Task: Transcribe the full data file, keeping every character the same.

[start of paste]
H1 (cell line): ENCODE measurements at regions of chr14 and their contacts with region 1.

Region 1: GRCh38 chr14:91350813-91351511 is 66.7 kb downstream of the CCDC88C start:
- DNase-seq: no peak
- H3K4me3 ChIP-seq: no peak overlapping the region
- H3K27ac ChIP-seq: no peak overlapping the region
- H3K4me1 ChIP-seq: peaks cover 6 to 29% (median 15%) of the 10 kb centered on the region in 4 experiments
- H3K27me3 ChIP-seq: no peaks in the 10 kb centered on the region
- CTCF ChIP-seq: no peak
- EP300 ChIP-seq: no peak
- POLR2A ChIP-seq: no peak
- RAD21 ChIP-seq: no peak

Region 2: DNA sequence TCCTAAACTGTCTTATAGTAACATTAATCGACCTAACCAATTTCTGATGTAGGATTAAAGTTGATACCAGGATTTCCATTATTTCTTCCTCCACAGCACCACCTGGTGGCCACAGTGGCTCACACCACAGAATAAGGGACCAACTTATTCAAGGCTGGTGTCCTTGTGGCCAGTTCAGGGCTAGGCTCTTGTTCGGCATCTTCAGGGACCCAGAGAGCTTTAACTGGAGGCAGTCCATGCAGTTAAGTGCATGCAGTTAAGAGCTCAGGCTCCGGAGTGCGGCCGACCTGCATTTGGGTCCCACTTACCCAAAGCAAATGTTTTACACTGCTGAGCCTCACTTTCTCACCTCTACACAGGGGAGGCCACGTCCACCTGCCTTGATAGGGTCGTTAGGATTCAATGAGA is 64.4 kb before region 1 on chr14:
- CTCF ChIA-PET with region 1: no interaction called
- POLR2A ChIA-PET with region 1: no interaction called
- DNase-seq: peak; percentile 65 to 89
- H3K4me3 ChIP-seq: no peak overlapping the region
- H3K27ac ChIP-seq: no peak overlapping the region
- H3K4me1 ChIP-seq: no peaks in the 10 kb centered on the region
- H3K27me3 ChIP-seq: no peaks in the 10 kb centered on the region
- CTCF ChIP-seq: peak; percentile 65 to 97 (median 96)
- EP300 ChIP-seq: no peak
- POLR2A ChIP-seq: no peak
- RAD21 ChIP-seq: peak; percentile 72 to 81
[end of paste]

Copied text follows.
H1 (cell line): ENCODE measurements at regions of chr14 and their contacts with region 1.

Region 1: GRCh38 chr14:91350813-91351511 is 66.7 kb downstream of the CCDC88C start:
- DNase-seq: no peak
- H3K4me3 ChIP-seq: no peak overlapping the region
- H3K27ac ChIP-seq: no peak overlapping the region
- H3K4me1 ChIP-seq: peaks cover 6 to 29% (median 15%) of the 10 kb centered on the region in 4 experiments
- H3K27me3 ChIP-seq: no peaks in the 10 kb centered on the region
- CTCF ChIP-seq: no peak
- EP300 ChIP-seq: no peak
- POLR2A ChIP-seq: no peak
- RAD21 ChIP-seq: no peak

Region 2: DNA sequence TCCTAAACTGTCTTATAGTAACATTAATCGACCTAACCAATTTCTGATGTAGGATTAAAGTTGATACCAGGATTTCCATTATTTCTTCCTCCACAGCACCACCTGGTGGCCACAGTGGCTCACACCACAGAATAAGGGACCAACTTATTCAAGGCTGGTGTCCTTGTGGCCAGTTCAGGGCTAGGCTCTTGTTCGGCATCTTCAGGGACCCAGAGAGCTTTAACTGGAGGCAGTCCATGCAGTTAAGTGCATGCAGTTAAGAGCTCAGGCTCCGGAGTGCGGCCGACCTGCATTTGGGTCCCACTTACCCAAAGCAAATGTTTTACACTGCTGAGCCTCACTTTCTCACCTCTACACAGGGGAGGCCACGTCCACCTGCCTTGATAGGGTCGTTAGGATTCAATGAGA is 64.4 kb before region 1 on chr14:
- CTCF ChIA-PET with region 1: no interaction called
- POLR2A ChIA-PET with region 1: no interaction called
- DNase-seq: peak; percentile 65 to 89
- H3K4me3 ChIP-seq: no peak overlapping the region
- H3K27ac ChIP-seq: no peak overlapping the region
- H3K4me1 ChIP-seq: no peaks in the 10 kb centered on the region
- H3K27me3 ChIP-seq: no peaks in the 10 kb centered on the region
- CTCF ChIP-seq: peak; percentile 65 to 97 (median 96)
- EP300 ChIP-seq: no peak
- POLR2A ChIP-seq: no peak
- RAD21 ChIP-seq: peak; percentile 72 to 81